A person’s relationships with caregivers in childhood, especially with one’s mother, is unique and unlike any other relationship. The child depends on their primary caregiver for survival, love, and to help make sense of a chaotic world. The way women recall their mother-child relationship is related to the quality of the relationship between her and her child. This research stems from what is called attachment theory. An understanding of attachment theory may be helpful when trying to understand diverse responses to motherhood.

Attachment describes an infant’s fundamental need to remain close to a caregiver to maintain a sense of security. This close bond moves from infancy through childhood, and even into adulthood. Attachment theory posits that the attachment relationship an individual has with a caregiver shapes one’s ability to function and thrive in the world. In general, attachment relationships are classified as secure or insecure. Secure attachment provides the infant with a sense of security, helps regulate arousal and distress, supports expression of feelings and communication, and provides a safe foundation for exploration.

John Bowlby, the creator of attachment theory, argued that working models of attachment (one’s experiences of being cared for) tend to persist throughout life and are especially activated by parenthood. This notion helps to make sense of the drastically different responses women have to motherhood. Mother’s rely upon their own blueprint of attachment/caregiving when facing the monumental task of giving birth and raising a child.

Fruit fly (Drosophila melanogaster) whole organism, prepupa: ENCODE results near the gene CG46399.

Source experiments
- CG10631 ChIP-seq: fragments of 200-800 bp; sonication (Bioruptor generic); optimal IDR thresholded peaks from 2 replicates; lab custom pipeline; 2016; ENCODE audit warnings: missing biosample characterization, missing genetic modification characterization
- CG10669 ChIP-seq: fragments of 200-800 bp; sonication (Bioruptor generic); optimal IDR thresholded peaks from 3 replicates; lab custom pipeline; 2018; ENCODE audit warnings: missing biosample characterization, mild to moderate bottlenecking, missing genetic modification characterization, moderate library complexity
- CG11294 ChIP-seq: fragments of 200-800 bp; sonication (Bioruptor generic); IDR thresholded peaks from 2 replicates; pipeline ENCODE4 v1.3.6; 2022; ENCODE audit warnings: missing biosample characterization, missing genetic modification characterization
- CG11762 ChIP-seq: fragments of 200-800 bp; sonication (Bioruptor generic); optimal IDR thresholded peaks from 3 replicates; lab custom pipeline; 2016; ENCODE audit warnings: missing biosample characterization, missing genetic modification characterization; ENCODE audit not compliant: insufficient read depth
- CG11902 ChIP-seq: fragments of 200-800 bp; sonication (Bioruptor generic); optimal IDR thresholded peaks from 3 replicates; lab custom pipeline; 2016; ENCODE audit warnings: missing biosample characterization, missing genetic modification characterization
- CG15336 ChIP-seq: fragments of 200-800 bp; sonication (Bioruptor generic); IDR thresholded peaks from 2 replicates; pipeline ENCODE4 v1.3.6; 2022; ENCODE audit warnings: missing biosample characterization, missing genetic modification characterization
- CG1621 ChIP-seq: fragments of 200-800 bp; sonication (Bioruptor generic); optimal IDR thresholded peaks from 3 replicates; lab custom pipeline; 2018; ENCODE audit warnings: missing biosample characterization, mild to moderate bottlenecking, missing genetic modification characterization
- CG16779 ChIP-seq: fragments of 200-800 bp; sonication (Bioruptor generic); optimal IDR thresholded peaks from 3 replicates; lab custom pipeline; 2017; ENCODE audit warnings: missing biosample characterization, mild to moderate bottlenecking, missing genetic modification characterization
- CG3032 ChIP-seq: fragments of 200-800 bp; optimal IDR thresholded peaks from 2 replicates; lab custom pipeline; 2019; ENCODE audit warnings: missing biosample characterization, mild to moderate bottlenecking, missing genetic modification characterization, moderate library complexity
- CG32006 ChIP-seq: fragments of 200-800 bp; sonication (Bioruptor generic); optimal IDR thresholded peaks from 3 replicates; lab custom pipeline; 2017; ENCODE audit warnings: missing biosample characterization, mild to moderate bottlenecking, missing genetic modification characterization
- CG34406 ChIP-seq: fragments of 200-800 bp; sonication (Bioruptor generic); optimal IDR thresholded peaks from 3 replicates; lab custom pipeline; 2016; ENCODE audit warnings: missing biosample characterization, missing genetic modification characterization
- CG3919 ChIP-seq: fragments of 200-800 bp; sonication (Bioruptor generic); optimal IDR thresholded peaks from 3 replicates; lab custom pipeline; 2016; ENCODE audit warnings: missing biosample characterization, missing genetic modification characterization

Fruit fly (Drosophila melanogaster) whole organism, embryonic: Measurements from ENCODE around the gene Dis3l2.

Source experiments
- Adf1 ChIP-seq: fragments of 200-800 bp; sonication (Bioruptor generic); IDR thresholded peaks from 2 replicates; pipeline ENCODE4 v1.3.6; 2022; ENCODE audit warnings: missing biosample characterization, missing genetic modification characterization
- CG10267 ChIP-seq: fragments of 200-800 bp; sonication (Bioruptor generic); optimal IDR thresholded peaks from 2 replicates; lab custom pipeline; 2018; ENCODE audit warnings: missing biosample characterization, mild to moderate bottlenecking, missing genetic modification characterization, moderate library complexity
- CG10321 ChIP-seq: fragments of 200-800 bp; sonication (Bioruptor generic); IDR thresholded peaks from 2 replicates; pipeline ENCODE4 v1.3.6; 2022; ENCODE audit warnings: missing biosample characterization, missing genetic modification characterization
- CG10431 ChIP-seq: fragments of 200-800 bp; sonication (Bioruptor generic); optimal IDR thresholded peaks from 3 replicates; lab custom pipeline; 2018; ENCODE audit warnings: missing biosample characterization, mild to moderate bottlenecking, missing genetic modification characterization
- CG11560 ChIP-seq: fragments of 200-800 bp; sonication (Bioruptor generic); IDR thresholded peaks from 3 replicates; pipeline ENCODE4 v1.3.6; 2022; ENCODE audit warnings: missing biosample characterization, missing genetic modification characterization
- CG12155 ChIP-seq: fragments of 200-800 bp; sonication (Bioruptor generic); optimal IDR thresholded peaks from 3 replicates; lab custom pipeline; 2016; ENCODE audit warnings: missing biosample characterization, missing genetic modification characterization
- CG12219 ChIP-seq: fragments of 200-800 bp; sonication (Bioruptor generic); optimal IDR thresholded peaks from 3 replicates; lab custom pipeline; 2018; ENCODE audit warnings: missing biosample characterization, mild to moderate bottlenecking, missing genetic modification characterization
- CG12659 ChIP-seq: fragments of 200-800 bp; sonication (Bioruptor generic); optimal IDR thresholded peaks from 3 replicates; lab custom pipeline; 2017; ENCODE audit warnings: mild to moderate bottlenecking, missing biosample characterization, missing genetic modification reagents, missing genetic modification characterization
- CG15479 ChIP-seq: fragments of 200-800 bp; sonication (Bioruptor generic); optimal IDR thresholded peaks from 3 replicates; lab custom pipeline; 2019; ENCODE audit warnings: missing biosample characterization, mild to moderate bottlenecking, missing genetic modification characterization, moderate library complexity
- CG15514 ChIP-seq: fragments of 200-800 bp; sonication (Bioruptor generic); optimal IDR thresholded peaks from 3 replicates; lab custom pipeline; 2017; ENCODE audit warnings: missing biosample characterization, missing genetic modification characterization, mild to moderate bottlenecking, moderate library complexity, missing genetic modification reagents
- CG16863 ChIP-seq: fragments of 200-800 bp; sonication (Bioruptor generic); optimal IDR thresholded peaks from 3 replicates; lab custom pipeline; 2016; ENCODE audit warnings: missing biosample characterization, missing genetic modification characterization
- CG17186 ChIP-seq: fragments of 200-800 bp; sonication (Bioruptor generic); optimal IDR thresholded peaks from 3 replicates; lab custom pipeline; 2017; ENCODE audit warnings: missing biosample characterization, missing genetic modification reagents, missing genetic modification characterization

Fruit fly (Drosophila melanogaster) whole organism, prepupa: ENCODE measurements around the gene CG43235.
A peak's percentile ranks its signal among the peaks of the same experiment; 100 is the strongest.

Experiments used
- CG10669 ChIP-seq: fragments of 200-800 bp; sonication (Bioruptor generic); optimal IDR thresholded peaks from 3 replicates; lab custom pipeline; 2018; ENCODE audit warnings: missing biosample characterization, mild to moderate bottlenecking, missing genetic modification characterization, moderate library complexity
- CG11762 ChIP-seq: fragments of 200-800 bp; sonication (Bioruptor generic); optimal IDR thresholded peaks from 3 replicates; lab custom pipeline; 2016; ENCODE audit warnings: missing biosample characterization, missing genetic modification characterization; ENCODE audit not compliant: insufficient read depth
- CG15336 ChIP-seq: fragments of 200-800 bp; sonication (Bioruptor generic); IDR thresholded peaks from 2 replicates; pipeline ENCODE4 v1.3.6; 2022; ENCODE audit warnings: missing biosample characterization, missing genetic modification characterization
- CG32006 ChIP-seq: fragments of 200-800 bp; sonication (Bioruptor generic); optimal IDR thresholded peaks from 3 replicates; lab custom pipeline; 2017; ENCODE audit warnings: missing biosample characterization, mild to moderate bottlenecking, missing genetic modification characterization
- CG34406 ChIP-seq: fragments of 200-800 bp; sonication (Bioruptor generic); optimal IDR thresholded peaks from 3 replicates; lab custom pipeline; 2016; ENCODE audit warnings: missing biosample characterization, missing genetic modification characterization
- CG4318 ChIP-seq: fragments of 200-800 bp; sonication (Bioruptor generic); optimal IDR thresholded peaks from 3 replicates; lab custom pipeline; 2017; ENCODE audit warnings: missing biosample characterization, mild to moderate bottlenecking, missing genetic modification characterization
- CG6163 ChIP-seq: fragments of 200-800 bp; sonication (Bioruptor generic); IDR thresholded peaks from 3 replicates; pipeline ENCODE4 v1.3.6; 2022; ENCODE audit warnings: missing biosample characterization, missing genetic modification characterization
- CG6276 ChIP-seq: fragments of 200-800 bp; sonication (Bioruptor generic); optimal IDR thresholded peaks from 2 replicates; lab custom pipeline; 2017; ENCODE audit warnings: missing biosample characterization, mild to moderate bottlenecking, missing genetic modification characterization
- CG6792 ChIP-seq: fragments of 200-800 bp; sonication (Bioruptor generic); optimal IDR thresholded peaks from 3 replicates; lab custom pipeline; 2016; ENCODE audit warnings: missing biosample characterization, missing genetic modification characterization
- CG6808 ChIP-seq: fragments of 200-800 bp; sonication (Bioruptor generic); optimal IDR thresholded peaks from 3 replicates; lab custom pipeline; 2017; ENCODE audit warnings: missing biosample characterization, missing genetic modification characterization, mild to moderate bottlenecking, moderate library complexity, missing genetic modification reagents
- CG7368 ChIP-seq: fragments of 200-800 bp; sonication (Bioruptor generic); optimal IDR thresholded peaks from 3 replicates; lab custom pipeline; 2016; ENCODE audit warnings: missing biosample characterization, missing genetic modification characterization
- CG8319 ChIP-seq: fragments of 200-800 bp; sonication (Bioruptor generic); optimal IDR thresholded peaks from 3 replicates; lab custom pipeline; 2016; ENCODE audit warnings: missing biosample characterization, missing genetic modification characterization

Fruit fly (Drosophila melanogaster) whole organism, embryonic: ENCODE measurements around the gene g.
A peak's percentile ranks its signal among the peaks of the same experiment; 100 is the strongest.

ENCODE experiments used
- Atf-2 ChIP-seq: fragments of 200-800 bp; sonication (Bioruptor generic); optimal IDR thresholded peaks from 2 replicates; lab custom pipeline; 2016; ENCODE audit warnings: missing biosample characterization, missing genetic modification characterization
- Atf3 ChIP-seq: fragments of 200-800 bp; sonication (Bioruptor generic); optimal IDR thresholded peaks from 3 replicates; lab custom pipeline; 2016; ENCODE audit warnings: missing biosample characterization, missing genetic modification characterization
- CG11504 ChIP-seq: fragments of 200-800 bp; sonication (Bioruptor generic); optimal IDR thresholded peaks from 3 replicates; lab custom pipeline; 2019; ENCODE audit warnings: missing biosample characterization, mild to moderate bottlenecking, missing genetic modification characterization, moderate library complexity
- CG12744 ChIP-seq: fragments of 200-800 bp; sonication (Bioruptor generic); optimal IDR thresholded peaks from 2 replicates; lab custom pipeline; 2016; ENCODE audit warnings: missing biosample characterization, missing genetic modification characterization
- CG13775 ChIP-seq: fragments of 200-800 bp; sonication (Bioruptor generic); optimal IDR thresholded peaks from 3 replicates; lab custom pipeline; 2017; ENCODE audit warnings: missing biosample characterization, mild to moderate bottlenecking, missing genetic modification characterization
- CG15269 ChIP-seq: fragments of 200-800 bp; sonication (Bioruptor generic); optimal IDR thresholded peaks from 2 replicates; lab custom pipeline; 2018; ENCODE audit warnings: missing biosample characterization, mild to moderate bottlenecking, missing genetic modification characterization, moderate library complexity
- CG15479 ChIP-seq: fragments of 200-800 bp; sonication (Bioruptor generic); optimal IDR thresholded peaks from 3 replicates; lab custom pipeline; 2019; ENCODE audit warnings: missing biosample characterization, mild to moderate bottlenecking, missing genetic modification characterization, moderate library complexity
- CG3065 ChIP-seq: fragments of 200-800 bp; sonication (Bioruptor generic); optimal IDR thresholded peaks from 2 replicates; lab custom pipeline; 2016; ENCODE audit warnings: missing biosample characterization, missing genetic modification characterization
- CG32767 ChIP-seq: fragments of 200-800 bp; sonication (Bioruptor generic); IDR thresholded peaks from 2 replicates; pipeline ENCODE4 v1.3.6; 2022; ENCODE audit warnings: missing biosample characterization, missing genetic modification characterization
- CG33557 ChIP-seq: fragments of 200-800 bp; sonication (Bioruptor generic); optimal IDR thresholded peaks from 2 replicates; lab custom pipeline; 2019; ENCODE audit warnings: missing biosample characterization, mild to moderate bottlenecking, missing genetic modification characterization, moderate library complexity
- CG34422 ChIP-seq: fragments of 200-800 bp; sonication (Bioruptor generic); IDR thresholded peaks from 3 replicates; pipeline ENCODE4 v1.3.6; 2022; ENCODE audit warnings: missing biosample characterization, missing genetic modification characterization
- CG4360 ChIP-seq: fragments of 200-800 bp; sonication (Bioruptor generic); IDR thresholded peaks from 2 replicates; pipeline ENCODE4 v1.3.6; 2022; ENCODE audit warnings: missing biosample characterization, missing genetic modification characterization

Douglas Davies highlights research completed on the parent’s side of attachment and he identified three major factors that affect a caregiver’s capacity to be in close relationship with their child: 1) The caregiver’s own early experiences with being cared for; 2) Parental risk factors such as mental illness or substance abuse; and 3) Whether the caregiver is receiving outside support from other adults. To expand on the first major factor, a handful of studies with pregnant women have found that the parent’s adult attachment classification (i.e., secure or insecure) prior to the baby’s birth predicts the infant’s attachment classification at 1 year of age in about 70% of infants.

Overall, the research mentioned in this article is intended to highlight the potential influence of a woman’s attachment to her caregivers on her experience of motherhood. Whatever one’s experiences of a caregiver might have been, the awareness of one’s own attachment blueprint may help to modify a mother and child’s bond to build a stronger attachment.


Fonagy, P., Steele, H., & Steele, M. (1991). Maternal representations of attachment during pregnancy predict the organization of infant‐mother attachment at one year of age. Child development62(5), 891-905.

Davies, D. (2010). Child development: A practitioner’s guide. Guilford Press.

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